The Fair Work Ombudsman has warned of the true cost of cheap sushi, after recovering nearly $30,000 in unpaid wages during a blitz of stores across Canberra.
The employment watchdog audited 45 sushi stores across the ACT, NSW and Queensland after an increase in calls for help from staff, Fair Work Ombudsman Sandra Parker said.
Most stores were chosen at random, with only 15 per cent targeted due to allegations of underpayment.
Fair Work inspectors found 39 of the 45 stores broke workplace laws.
That included underpayment at 37 stores, and breaches of record-keeping and payslip laws at 29 stores.
“We were particularly disappointed with the high level of record-keeping breaches discovered in the activity and will conduct follow-up checks at non-compliant sushi outlets," Ms Parker said.
Of the seven Canberra businesses audited, five were deemed to have breached at least one workplace law.
Fair Work had alleged the store failed to pay staff the minimum wage, casual loading, penalty rates or leave entitlements, and did not make the correct agreements with part-time employees in line with the award.
A Fair Work spokesman said the store's owner, Rebecca Yi Jeoung Shin, had admitted to the breaches and both parties were awaiting the court’s decision on penalties.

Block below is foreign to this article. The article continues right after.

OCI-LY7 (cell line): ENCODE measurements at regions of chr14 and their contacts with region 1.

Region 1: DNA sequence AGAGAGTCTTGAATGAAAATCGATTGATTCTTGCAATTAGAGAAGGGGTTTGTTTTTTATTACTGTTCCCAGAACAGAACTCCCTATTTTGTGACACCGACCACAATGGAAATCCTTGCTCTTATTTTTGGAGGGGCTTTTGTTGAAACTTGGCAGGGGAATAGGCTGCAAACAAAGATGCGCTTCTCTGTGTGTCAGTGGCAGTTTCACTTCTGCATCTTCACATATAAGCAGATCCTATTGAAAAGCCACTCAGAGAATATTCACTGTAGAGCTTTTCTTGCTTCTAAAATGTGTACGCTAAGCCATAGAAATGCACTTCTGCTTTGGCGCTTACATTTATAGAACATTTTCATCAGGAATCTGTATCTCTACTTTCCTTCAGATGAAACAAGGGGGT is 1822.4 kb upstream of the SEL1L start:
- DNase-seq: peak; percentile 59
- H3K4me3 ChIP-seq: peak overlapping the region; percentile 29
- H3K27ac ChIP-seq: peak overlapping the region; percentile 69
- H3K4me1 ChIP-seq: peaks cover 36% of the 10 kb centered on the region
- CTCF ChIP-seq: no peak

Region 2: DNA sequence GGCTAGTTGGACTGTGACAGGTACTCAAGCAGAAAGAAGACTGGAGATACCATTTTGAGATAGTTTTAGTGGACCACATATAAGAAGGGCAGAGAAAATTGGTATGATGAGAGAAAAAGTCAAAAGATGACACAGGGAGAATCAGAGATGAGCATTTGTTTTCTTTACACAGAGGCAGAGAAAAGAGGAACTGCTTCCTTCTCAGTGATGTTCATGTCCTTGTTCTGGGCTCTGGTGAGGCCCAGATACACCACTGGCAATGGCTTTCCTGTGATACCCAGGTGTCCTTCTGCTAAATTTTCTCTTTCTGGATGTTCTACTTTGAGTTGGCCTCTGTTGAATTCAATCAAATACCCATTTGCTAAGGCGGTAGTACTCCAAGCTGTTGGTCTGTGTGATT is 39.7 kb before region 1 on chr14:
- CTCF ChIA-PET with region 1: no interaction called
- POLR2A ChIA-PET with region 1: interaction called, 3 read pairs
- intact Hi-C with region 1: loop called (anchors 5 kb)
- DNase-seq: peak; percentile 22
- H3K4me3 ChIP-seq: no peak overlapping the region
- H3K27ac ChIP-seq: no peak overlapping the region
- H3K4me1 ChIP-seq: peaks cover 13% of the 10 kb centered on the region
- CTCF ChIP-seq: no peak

All up, the ombudsman recovered $746,203 for 397 workers, related to underpayments of minimum ordinary hourly rates, casual loading, penalty rates and overtime.
Inspectors issued a total of $17,850 in fines, 15 formal cautions, six compliance notices, and took six of the most serious cases to court.
As part of that litigation, the Federal Court fined a Newcastle sushi store owner $36,000 for underpaying four Korean nationals on 417 working holiday visas by $33,225.
Ms Parker said it was a common story.
“Our activity identified that sushi eateries often employ vulnerable workers including young workers, migrant visa holders and those from non-English-speaking backgrounds," she said.
"The Fair Work Ombudsman has a strong focus on protecting the rights and entitlements of these vulnerable workers as they may not be fully aware of their workplace rights or are reluctant to complain."
Ms Parker said consumers could play a role in ensuring workers were paid fairly.
“While the Fair Work Ombudsman never excuses employers who underpay their workers, we know that labour represents a significant cost in the food industry," Ms Parker said.
"Although everybody loves cheap sushi, perhaps we should ask ourselves - is what I’m paying enough to cover workers’ minimum wages and entitlements?”
Those inspections were also prompted by a higher number of requests for help.
For help, visit fairwork.gov.au or call the Fair Work Infoline on 13 13 94.